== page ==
THE LIFE AND CHESS OF PAUL MORPHY                                                                                                                                                                                        Morphy's Watch




Presented to Paul Morphy on May 25, 1859



(from the testimonial program)

The movements of this watch were made entirely by machinery, and it's interior and exterior presents as elegant a specimen of art as well can be imagined. The whole is highly creditable to the celebrated makers and to American ingenuity.


The stem and pendant is exquisitely carved, so as to represent a King's crown. It is set round with brilliants, and another large diamond at its top, which answers for a push-piece by which to open the watch. Upon one lid the United States coat of arms is richly carved in relief. on the other lid, also in relief, the monogram:

P. M.

Instead of the usual Roman numerals on the dial, the hours are represented by various pieces of chess, finely done in red and black - the Black King standing at twelve, and the Red King at six, the Queens at one and eleven, Bishops at two and ten, Knights at three and nine, Castles at four and eight, and Pawns at five and seven. The cap is engraved with the following inscription:


From the testimonial committee of New York
Chess Club as their tribute to his genius
and worth
New York, May, 1859

Morphy visited the American Watch Company in Waltham on May 30, 1859, during his visit to Boston and was given a tour of the facility by the proprietor. Undoubtedly, Morphy was asked keep them informed concerning the accuracy of his one-of-a-kind timepiece since on October 5, 1859, he wrote the following letter (which was subsequently published on October 15 in the New York Saturday Press.)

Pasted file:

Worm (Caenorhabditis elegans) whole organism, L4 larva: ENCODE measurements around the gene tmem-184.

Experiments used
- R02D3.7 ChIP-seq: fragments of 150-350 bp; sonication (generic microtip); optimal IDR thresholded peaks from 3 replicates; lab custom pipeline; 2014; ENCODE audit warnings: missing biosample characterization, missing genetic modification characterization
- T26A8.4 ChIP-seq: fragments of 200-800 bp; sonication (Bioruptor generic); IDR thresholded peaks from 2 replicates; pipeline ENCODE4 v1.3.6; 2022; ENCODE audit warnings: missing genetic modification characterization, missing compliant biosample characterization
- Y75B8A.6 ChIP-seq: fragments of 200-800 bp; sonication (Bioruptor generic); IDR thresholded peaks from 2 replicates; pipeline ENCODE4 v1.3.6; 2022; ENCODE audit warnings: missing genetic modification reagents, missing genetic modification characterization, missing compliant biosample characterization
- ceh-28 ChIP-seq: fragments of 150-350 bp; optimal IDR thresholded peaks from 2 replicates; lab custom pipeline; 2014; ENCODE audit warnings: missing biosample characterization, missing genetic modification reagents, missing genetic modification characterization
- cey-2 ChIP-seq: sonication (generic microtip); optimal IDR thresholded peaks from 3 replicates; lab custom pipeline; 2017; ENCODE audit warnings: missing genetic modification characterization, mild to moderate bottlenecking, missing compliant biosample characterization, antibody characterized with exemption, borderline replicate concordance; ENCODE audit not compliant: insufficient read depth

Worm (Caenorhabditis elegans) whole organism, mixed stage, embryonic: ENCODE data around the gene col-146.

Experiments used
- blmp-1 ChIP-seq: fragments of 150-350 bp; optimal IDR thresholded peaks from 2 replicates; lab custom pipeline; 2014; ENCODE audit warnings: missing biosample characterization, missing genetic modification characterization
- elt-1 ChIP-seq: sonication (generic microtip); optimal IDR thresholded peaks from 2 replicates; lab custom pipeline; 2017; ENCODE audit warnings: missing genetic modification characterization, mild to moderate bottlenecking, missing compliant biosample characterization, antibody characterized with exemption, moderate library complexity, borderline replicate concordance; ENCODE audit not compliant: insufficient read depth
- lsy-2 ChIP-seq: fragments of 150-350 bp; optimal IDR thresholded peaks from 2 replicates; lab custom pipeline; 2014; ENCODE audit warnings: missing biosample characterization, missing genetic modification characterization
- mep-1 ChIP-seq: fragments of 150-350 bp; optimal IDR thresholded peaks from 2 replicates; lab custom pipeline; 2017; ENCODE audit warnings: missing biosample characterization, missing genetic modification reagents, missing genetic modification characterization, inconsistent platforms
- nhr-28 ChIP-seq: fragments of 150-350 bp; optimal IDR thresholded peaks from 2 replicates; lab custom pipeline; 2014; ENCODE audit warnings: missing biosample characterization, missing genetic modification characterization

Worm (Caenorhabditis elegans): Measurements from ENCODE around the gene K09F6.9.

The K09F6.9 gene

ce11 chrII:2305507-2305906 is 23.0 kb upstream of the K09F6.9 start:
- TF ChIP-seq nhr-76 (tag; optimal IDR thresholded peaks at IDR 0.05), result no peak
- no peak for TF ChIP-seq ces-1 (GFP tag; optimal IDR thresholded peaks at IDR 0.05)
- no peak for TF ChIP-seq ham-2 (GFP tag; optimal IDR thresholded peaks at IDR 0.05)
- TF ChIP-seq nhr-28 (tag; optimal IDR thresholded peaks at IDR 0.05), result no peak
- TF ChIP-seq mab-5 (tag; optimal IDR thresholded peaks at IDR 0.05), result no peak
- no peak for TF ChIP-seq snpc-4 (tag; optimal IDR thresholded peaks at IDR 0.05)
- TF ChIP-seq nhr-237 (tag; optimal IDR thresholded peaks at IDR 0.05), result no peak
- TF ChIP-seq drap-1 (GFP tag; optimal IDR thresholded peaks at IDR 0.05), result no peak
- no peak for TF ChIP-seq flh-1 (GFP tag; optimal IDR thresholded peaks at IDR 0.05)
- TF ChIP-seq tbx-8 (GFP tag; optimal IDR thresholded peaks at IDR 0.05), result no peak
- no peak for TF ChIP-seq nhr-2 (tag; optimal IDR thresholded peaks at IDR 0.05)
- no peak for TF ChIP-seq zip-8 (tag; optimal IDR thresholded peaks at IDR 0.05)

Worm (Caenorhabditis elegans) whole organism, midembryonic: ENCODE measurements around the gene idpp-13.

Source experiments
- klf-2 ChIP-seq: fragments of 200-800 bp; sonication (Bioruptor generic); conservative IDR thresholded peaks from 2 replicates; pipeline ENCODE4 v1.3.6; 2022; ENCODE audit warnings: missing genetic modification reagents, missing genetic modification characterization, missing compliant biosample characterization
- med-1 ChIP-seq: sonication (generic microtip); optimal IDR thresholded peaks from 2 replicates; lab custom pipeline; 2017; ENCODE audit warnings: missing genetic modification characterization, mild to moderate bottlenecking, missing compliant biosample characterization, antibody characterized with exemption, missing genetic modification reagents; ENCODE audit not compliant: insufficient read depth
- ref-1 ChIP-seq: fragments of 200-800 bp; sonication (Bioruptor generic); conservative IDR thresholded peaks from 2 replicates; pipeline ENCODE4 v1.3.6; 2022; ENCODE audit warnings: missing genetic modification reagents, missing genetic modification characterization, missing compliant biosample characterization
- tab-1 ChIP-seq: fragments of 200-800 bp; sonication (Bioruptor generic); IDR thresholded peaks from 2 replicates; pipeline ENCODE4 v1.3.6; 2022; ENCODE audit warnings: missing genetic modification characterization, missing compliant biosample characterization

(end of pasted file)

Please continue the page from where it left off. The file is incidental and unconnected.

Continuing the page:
New York, October 5, 1859
Mr. R. E. Robbins, Treas. Am. Watch Company:
Dear Sir:
The American watch, No. 9240, presented me by the New York Chess-Club has proved to be a most reliable and accurate time-keeper - almost unnecessarily so for ordinary purposes. It is now nearly five months since it came into my possession, and during that period its variation from standard time has been but a trifle more than half a minute. The following is a record of its performance. It was set July 3rd correctly:

June 15,    fast   4  seconds               Aug. 15,     fast  18  seconds
July    1,      "     6     "                       Sept.   1,      "    23      "
   "    15,      "   10    "                           "    15,       "   28      "
Aug.   1,      "   16    "                        Oct.    1,      "    32      "

I give permission to make use of this statement as you may think proper. I am, with respect, yours truly,
                                                                                 Paul Morphy